This wine is a still a baby. Its big and concentrated with serious structure and tannin upon PNP. Put it in the decanter and revisited on Day2 (Getting there). On Day 3 it was ready to rock n roll. Dark Cherry, earth and some cigar box on the nose. Nice notes of strawberry, cherry, mushrooms on the palate. This is still a big structured wine that will benefit from another 10 years in the cellar. The finish is quite long with plenty of tannins, earth and acid. Acid is balancing but not in the forefront as it is on many of my favorite Oregon Pinot Noirs. Nice juice, but IMO the best is yet to come. Wont touch another one for 5 years. Glad I still have a handful of these left.
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Re: Week 3 Virtual Tasting for Charity - Wines of Oregon - D@vid Bu3ker for Dakin Humane Society - DEC9-DEC16

#237 Post by Nate M »

Jim Anderson wrote: December 10th, 2020, 7:39 pm
I could tell Four Winds Vineyard stories for hours. Seriously. I will attempt to quick take the one most relevant here.

We started farming FW in 1997. Farmed it through 2006 and kept buying the fruit through 2011. So, I know it well. It always had funk. Lots of times it smelled of anise and fennel in fermenter. It was never super fruit driven (the 2008 tastes like Nebbiolo actually). One day, probably back in the 2005ish era, we had a pack of UCD kids come to the winery. We barrel tasted and when we got to the FW I could tell there was some whispering and mumbling going on. I knew what they were thinking and talking about. I said, “what do you think (knowing what the response was going to be)” and finally someone chirped up and said, “we think it has Brett.” I took $100 out of my wallet and put it on the table and said, “I will run a panel on this and if it has an appreciable amount of Brett I will send you all $100, if not you only have to get $100 between you all to send to me.” There were like a dozen of them. No takers.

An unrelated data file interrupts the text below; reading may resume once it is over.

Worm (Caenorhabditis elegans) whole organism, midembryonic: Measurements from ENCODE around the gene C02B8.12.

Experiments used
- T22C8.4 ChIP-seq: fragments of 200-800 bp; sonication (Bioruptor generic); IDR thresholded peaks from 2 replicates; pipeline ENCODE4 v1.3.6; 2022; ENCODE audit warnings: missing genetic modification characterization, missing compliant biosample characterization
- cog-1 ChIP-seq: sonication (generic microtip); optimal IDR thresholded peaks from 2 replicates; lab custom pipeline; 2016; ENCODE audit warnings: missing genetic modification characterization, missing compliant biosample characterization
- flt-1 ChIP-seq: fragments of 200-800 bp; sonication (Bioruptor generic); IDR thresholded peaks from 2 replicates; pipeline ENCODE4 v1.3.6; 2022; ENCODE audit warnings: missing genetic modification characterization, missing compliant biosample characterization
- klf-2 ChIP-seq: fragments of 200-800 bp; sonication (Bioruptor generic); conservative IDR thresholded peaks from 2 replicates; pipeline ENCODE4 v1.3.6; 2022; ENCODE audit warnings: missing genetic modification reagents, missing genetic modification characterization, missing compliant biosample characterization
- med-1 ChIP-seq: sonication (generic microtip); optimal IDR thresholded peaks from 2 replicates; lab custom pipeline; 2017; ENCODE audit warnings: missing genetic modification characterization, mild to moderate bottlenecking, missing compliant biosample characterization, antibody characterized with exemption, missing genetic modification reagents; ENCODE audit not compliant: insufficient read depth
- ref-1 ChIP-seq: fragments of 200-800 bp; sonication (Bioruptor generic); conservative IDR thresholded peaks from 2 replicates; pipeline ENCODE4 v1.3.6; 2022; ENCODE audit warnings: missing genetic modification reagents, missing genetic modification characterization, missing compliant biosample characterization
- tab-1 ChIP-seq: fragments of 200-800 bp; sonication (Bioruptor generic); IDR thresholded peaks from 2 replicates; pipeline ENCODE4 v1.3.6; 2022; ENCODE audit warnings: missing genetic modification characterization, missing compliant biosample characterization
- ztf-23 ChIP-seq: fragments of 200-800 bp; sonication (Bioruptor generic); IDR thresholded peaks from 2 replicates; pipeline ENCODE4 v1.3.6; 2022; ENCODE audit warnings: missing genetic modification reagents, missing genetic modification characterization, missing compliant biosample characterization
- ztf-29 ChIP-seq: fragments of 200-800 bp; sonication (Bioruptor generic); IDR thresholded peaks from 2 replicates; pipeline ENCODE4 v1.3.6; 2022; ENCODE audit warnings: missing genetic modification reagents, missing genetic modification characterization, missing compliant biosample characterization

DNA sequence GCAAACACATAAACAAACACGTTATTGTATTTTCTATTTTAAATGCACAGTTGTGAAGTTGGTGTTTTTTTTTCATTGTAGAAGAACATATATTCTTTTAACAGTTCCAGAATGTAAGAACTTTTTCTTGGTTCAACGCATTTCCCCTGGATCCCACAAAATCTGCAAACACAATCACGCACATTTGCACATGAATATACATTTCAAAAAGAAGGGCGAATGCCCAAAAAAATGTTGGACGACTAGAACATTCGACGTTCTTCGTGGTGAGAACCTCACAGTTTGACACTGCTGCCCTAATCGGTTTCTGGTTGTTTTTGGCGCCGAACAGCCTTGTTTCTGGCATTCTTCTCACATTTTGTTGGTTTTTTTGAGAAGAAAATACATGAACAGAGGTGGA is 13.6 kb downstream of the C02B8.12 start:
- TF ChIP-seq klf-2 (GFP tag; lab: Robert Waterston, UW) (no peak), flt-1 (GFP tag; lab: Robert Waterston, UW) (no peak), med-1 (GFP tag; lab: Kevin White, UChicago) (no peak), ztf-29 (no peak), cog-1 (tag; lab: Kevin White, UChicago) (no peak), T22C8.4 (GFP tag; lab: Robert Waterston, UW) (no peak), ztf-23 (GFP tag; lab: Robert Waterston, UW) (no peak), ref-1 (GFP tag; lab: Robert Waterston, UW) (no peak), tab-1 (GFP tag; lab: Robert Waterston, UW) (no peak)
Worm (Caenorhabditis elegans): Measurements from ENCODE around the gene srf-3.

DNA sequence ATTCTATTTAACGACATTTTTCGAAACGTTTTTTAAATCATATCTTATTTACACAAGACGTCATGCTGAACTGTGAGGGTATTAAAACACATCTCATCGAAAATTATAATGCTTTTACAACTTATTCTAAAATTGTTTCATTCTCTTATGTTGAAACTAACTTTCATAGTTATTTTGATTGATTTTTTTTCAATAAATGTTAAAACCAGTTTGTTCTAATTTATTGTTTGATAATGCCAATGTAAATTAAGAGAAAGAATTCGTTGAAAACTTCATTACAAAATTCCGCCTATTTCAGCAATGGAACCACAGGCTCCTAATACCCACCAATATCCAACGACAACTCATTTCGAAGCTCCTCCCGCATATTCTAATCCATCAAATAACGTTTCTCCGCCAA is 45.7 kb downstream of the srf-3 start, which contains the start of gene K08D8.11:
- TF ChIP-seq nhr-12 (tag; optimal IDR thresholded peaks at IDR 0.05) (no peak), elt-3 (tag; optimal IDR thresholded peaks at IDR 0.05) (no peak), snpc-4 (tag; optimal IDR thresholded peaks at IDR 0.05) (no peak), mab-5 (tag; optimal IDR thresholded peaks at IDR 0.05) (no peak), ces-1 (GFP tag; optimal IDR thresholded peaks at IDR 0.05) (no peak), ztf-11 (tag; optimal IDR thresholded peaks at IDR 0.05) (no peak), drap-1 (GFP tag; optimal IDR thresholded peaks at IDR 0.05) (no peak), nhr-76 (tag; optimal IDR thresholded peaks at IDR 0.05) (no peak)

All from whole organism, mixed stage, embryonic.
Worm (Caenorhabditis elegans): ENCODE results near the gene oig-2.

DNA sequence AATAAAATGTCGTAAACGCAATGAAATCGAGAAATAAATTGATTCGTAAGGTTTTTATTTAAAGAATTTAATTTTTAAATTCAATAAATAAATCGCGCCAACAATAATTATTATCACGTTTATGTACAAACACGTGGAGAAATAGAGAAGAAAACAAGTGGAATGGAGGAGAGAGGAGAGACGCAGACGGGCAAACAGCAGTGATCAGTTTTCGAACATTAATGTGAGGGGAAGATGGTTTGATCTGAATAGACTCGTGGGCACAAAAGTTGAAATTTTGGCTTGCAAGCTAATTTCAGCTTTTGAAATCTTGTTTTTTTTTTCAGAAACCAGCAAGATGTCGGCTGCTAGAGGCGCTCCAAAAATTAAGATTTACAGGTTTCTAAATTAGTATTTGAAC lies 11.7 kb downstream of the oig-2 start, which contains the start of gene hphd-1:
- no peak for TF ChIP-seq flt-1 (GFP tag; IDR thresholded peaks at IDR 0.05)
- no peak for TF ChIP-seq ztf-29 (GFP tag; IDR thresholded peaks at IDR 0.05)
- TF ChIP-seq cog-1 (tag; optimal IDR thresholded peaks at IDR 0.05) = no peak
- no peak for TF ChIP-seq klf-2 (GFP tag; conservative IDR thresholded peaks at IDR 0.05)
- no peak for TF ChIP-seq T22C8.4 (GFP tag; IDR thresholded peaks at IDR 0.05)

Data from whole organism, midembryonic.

The difference between school work and winemaking.
Jim- I don't know you, but you seem like a real salt of the earth guy. Love the stories...keep 'em coming! Here are a couple notes of my own. My wife and Mother-in-law (who visits all the time) are on a Pinot kick lately so we have been having some over the past few months. Anyways, here you go for a couple notes of what we opened this week: